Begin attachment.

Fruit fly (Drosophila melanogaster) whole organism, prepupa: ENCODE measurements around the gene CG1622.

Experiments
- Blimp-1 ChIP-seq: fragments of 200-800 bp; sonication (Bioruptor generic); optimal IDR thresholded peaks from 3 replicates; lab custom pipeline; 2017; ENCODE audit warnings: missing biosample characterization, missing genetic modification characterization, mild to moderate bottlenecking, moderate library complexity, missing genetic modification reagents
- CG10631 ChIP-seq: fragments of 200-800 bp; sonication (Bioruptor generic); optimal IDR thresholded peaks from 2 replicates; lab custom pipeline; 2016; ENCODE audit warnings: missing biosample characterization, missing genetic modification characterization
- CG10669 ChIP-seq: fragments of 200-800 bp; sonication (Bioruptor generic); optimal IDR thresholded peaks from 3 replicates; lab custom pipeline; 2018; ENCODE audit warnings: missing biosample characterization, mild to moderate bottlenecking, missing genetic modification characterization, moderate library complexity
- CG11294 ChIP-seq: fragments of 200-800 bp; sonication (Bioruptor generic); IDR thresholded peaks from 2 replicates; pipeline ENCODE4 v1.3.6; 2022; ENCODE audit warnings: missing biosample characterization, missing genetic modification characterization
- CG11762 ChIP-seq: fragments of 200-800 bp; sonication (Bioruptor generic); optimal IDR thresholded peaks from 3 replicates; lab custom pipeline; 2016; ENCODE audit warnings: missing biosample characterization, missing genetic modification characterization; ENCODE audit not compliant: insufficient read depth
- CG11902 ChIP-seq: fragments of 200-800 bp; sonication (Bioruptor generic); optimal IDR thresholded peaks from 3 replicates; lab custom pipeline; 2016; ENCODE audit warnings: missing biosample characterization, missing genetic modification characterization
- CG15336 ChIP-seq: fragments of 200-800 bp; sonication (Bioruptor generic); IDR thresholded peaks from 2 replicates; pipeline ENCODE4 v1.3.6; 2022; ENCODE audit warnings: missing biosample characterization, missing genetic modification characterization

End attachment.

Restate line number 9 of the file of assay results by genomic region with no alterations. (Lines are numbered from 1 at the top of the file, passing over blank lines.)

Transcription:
- CG15336 ChIP-seq: fragments of 200-800 bp; sonication (Bioruptor generic); IDR thresholded peaks from 2 replicates; pipeline ENCODE4 v1.3.6; 2022; ENCODE audit warnings: missing biosample characterization, missing genetic modification characterization